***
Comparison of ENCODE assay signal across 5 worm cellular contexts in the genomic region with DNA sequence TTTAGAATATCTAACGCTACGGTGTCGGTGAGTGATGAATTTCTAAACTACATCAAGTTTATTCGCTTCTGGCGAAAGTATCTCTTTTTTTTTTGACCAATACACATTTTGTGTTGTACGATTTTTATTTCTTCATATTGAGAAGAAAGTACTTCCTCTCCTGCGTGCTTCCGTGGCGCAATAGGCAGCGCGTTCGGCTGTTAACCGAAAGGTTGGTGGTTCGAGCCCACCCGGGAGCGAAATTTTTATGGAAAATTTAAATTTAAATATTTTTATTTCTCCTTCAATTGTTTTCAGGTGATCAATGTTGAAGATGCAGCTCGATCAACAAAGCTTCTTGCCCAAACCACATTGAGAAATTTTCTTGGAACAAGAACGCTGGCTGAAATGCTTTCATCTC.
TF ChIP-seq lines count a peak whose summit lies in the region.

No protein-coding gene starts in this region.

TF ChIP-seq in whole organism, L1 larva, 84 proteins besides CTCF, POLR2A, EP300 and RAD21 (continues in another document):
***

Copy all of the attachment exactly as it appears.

Comparison of ENCODE assay signal across 5 worm cellular contexts in the genomic region with DNA sequence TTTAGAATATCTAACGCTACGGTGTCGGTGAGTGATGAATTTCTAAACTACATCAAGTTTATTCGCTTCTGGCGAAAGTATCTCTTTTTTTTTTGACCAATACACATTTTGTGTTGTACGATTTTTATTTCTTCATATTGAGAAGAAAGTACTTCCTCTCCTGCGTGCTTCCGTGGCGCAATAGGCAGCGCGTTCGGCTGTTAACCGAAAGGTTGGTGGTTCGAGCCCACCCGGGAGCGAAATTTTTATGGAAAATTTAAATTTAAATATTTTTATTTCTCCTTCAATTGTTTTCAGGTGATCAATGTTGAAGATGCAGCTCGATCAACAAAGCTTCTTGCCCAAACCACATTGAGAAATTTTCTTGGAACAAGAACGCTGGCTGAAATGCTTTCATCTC.
TF ChIP-seq lines count a peak whose summit lies in the region.

No protein-coding gene starts in this region.

TF ChIP-seq in whole organism, L1 larva, 84 proteins besides CTCF, POLR2A, EP300 and RAD21 (continues in another document):